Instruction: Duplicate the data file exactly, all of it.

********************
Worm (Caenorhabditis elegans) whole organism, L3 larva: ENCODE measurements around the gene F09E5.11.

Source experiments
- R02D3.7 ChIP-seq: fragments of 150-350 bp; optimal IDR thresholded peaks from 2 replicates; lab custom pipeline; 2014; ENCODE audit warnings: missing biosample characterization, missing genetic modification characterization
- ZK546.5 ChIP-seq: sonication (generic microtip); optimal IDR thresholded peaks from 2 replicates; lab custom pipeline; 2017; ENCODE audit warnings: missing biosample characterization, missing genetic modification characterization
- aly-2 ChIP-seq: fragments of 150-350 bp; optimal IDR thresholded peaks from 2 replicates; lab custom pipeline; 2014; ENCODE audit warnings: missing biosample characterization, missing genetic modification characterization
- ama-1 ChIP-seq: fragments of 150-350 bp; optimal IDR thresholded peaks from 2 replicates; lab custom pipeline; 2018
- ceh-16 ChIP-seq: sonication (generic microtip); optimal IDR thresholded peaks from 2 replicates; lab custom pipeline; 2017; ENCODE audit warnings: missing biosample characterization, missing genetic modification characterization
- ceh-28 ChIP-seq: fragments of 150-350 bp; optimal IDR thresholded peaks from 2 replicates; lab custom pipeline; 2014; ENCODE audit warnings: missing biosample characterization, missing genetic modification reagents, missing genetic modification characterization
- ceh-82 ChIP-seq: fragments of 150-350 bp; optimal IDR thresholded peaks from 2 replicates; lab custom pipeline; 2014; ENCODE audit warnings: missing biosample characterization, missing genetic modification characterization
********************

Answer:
Worm (Caenorhabditis elegans) whole organism, L3 larva: ENCODE measurements around the gene F09E5.11.

Source experiments
- R02D3.7 ChIP-seq: fragments of 150-350 bp; optimal IDR thresholded peaks from 2 replicates; lab custom pipeline; 2014; ENCODE audit warnings: missing biosample characterization, missing genetic modification characterization
- ZK546.5 ChIP-seq: sonication (generic microtip); optimal IDR thresholded peaks from 2 replicates; lab custom pipeline; 2017; ENCODE audit warnings: missing biosample characterization, missing genetic modification characterization
- aly-2 ChIP-seq: fragments of 150-350 bp; optimal IDR thresholded peaks from 2 replicates; lab custom pipeline; 2014; ENCODE audit warnings: missing biosample characterization, missing genetic modification characterization
- ama-1 ChIP-seq: fragments of 150-350 bp; optimal IDR thresholded peaks from 2 replicates; lab custom pipeline; 2018
- ceh-16 ChIP-seq: sonication (generic microtip); optimal IDR thresholded peaks from 2 replicates; lab custom pipeline; 2017; ENCODE audit warnings: missing biosample characterization, missing genetic modification characterization
- ceh-28 ChIP-seq: fragments of 150-350 bp; optimal IDR thresholded peaks from 2 replicates; lab custom pipeline; 2014; ENCODE audit warnings: missing biosample characterization, missing genetic modification reagents, missing genetic modification characterization
- ceh-82 ChIP-seq: fragments of 150-350 bp; optimal IDR thresholded peaks from 2 replicates; lab custom pipeline; 2014; ENCODE audit warnings: missing biosample characterization, missing genetic modification characterization